Tag Archives: Publishing

Thinking about writing about Arnhem

At some point I’m going to have to think about writing subjects a bit broader than just Portsmouth. Equally, it’s always been an ambition of mine to write about Arnhem. Given that my Grandad was an Arnhem veteran, it’s pretty much what got me into military history in the first place.

But the historiography is pretty crowded. For what was, essentially, a divisional level battle, more has been written about Arnhem than any other comparable battle in history.  So many books have been written about it – scores of general histories, and pretty much every kind of unit history or personal memoir imaginable. In many cases I suspect authors and publishers have been a bit deceptive about publishing new books that don’t offer anything new, knowing that anything about Arnhem will sell.

It’s a big ambition of mine to write about Arnhem, but my historian’s conscience won’t allow me to re-hash something. But equally, it has to be something with enough appeal that publishers will take it on. The ideal scenario would be some new sources that have never been looked at, or some kind of new angle.

I’m a bit stuck for ideas – any suggestions?


Filed under Arnhem

1,000 posts

Well, apparently this is my thousandth post on my blog! How the hell did that happen?

I’ve been making a few calculations. If, for example, I’ve written a couple of hundred words in each of my posts, say, 250 – then thats around a quarter of a million words written on Daly History since July 2009. And a thousand posts divided by three years works out at just under one post a day. One wonders where I’ve found the time for it all, in amongst writing my first book, a day job, a home life and by no means least a partner!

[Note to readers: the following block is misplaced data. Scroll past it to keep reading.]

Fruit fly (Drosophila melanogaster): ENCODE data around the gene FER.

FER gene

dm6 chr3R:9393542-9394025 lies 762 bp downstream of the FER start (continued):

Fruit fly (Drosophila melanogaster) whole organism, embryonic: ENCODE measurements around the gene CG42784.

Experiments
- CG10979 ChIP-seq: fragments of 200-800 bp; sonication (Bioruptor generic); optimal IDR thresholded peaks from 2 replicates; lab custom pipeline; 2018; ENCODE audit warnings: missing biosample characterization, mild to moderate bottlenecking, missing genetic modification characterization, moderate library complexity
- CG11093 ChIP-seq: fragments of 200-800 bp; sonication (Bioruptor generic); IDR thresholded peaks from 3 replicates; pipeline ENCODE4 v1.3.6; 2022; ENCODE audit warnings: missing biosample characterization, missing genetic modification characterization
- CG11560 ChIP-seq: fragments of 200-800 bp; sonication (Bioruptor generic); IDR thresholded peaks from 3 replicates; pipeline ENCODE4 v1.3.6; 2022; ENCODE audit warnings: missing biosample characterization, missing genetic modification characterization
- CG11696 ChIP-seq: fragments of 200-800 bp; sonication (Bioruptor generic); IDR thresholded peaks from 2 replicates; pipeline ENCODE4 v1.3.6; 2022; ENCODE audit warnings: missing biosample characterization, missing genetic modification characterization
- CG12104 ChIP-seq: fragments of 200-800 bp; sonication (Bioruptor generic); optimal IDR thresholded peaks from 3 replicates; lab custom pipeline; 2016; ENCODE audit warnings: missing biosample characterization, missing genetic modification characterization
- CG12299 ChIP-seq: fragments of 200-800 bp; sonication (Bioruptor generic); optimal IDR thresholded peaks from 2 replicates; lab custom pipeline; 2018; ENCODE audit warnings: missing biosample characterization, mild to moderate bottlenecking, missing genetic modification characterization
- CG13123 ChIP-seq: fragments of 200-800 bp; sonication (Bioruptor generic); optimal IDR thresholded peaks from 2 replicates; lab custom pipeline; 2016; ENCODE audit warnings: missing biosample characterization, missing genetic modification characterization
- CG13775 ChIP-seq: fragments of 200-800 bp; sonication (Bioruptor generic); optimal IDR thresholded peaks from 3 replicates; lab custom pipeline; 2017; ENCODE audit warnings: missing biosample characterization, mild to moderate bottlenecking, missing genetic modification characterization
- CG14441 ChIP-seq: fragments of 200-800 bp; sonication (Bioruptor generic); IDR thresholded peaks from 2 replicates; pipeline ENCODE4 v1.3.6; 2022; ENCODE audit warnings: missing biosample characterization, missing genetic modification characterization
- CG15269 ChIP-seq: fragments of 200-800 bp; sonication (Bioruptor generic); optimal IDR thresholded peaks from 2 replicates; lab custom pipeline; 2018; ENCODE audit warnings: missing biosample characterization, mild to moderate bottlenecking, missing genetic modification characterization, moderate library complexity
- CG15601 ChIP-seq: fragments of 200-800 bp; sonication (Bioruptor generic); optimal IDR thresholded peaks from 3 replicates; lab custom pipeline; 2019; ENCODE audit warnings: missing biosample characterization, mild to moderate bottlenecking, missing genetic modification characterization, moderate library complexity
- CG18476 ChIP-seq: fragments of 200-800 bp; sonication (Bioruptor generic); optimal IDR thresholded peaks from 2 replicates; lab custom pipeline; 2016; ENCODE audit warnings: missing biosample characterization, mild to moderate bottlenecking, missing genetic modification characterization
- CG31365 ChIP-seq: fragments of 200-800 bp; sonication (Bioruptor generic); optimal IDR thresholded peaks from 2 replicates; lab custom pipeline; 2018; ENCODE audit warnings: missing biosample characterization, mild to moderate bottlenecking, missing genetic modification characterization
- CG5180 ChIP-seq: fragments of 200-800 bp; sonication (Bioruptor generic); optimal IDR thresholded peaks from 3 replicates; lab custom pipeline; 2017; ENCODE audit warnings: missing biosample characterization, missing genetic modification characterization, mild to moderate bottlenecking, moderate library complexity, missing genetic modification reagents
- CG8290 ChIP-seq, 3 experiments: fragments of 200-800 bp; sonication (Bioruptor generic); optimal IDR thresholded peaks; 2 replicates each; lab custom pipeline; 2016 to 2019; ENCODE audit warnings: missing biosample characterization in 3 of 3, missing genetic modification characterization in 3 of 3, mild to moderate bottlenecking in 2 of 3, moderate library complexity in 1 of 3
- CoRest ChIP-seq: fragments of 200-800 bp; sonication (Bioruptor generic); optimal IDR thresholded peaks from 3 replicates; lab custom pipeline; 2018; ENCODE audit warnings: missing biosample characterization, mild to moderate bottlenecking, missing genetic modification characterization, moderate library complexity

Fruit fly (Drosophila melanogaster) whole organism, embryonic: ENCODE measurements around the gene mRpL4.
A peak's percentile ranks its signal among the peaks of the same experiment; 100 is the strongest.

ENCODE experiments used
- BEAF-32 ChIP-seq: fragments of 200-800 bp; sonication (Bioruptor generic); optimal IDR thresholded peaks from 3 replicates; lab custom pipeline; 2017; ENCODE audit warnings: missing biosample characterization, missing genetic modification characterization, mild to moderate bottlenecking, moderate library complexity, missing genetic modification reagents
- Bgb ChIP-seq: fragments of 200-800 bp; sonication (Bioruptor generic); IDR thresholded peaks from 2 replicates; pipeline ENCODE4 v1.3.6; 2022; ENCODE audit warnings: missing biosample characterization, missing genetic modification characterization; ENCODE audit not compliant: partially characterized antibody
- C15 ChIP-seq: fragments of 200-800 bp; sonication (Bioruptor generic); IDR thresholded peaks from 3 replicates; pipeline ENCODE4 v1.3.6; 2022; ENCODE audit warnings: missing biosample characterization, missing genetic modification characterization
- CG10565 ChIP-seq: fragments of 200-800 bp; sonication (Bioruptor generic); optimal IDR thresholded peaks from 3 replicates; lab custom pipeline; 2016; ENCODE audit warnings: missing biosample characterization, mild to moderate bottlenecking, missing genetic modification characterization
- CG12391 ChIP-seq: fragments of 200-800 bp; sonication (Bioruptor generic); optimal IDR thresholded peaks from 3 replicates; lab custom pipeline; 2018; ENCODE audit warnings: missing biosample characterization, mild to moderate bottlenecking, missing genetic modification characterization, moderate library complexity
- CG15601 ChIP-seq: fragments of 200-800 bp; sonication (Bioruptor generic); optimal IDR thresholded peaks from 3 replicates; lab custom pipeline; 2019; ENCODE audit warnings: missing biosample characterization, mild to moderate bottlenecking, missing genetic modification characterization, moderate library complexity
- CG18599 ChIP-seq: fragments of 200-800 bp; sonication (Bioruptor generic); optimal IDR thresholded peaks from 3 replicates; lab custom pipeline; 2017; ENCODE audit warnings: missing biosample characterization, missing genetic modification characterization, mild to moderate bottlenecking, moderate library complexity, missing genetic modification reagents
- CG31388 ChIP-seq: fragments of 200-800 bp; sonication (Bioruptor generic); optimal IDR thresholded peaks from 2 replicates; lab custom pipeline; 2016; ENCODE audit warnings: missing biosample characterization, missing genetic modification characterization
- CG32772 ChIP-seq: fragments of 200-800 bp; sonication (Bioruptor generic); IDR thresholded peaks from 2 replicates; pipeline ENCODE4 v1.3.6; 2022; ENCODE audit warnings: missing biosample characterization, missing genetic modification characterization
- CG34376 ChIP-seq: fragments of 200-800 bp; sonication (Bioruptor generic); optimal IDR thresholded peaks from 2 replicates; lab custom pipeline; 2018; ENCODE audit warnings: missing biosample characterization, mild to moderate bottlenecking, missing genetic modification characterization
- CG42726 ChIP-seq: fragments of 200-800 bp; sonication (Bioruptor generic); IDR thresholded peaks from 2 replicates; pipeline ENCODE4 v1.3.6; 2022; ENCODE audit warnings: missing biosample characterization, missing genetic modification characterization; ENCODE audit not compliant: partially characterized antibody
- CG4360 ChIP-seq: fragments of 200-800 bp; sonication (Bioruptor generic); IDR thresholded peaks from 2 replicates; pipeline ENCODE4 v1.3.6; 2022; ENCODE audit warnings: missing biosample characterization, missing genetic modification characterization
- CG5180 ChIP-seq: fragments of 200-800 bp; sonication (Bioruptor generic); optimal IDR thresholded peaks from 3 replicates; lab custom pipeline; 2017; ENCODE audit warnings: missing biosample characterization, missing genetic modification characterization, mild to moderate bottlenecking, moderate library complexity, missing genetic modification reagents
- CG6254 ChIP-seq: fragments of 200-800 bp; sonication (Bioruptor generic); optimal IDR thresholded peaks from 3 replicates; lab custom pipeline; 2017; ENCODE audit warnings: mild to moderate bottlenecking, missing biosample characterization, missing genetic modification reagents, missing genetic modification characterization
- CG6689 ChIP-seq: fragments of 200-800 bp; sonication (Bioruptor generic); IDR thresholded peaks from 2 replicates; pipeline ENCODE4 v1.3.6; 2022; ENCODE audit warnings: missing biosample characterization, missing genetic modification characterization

I would like to thank you all for your support over the past three years. My brother Scott for suggesting that I start a blog in the first place. Honestly, it started out as something to do and a way of expressing myself, never in my wildest dreams did I imagine I would end up winning awards and getting a book published off the back of it. My publishers for taking a chance on me that I hope has paid dividends, and also the various other publishers who very kindly let me review their wares. Also the various friends I have made here over the years, and other social media historians who have helped to create what is a thriving online community for military and other kinds of history.

A few years ago, nobody would have imagined the amount of history that would be created online. Even now, some of the more sniffy ‘professionals’ might doubt the importance of social media. But I’m sure the past three years here have shown that it is THE way forward when it comes to breaking down barriers in history, heritage and all other kinds of allied fields. Facebook, Twitter, Youtube, Flickr, and indeed WordPress are just as valuable tools as the humble pen and paper. bJust like the internet has broken down doors for music artists, it’s done the same for historians, and it’s time that people woke up to it. Just as nowadays somebody can record an album in their bedroom, and put it online, a budding historian can circumvent all of the chicanery, and get their work noticed. Why beaver away on writing dusty journal articles that maybe four people will read? Blogging is accessible, it’s dynamic, and it is – I’m sure – here to stay.

Heres to the next thousand!



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